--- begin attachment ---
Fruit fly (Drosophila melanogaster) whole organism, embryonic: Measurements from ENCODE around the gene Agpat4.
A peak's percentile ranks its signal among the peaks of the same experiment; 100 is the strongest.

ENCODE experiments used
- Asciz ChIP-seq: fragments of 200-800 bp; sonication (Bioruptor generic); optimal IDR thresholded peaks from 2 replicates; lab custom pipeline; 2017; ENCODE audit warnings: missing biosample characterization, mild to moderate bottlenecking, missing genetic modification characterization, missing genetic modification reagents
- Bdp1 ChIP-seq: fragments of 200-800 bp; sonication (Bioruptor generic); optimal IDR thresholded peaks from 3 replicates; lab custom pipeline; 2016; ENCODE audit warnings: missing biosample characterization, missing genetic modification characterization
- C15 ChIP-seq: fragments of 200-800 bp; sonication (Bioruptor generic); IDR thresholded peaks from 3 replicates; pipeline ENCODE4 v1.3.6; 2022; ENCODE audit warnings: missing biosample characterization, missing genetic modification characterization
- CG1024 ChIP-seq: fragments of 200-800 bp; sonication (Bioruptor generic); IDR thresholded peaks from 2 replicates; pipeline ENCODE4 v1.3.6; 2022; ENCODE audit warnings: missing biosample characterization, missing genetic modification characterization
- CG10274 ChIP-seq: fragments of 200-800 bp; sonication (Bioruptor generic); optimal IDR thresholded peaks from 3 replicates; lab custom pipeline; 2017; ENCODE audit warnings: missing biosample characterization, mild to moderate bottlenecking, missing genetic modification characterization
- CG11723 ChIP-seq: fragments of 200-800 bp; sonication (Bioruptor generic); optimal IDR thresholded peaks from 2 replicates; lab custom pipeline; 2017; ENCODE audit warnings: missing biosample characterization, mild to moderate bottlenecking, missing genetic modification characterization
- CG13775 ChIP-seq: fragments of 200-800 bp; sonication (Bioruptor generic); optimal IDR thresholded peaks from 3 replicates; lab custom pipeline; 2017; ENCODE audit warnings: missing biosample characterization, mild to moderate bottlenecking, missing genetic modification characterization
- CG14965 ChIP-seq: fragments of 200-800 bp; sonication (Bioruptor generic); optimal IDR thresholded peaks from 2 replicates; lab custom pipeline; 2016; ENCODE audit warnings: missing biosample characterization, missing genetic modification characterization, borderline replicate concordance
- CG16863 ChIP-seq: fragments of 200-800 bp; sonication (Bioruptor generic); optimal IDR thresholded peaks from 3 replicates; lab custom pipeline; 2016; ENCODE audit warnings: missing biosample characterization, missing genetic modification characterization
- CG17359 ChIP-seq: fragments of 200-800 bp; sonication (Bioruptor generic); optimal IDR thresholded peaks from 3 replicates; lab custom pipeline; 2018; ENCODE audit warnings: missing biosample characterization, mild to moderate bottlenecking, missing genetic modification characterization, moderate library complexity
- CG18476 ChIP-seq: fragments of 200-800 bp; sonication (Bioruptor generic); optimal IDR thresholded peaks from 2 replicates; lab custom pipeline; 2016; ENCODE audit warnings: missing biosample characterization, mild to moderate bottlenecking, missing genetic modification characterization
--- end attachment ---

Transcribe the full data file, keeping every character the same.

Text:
Fruit fly (Drosophila melanogaster) whole organism, embryonic: Measurements from ENCODE around the gene Agpat4.
A peak's percentile ranks its signal among the peaks of the same experiment; 100 is the strongest.

ENCODE experiments used
- Asciz ChIP-seq: fragments of 200-800 bp; sonication (Bioruptor generic); optimal IDR thresholded peaks from 2 replicates; lab custom pipeline; 2017; ENCODE audit warnings: missing biosample characterization, mild to moderate bottlenecking, missing genetic modification characterization, missing genetic modification reagents
- Bdp1 ChIP-seq: fragments of 200-800 bp; sonication (Bioruptor generic); optimal IDR thresholded peaks from 3 replicates; lab custom pipeline; 2016; ENCODE audit warnings: missing biosample characterization, missing genetic modification characterization
- C15 ChIP-seq: fragments of 200-800 bp; sonication (Bioruptor generic); IDR thresholded peaks from 3 replicates; pipeline ENCODE4 v1.3.6; 2022; ENCODE audit warnings: missing biosample characterization, missing genetic modification characterization
- CG1024 ChIP-seq: fragments of 200-800 bp; sonication (Bioruptor generic); IDR thresholded peaks from 2 replicates; pipeline ENCODE4 v1.3.6; 2022; ENCODE audit warnings: missing biosample characterization, missing genetic modification characterization
- CG10274 ChIP-seq: fragments of 200-800 bp; sonication (Bioruptor generic); optimal IDR thresholded peaks from 3 replicates; lab custom pipeline; 2017; ENCODE audit warnings: missing biosample characterization, mild to moderate bottlenecking, missing genetic modification characterization
- CG11723 ChIP-seq: fragments of 200-800 bp; sonication (Bioruptor generic); optimal IDR thresholded peaks from 2 replicates; lab custom pipeline; 2017; ENCODE audit warnings: missing biosample characterization, mild to moderate bottlenecking, missing genetic modification characterization
- CG13775 ChIP-seq: fragments of 200-800 bp; sonication (Bioruptor generic); optimal IDR thresholded peaks from 3 replicates; lab custom pipeline; 2017; ENCODE audit warnings: missing biosample characterization, mild to moderate bottlenecking, missing genetic modification characterization
- CG14965 ChIP-seq: fragments of 200-800 bp; sonication (Bioruptor generic); optimal IDR thresholded peaks from 2 replicates; lab custom pipeline; 2016; ENCODE audit warnings: missing biosample characterization, missing genetic modification characterization, borderline replicate concordance
- CG16863 ChIP-seq: fragments of 200-800 bp; sonication (Bioruptor generic); optimal IDR thresholded peaks from 3 replicates; lab custom pipeline; 2016; ENCODE audit warnings: missing biosample characterization, missing genetic modification characterization
- CG17359 ChIP-seq: fragments of 200-800 bp; sonication (Bioruptor generic); optimal IDR thresholded peaks from 3 replicates; lab custom pipeline; 2018; ENCODE audit warnings: missing biosample characterization, mild to moderate bottlenecking, missing genetic modification characterization, moderate library complexity
- CG18476 ChIP-seq: fragments of 200-800 bp; sonication (Bioruptor generic); optimal IDR thresholded peaks from 2 replicates; lab custom pipeline; 2016; ENCODE audit warnings: missing biosample characterization, mild to moderate bottlenecking, missing genetic modification characterization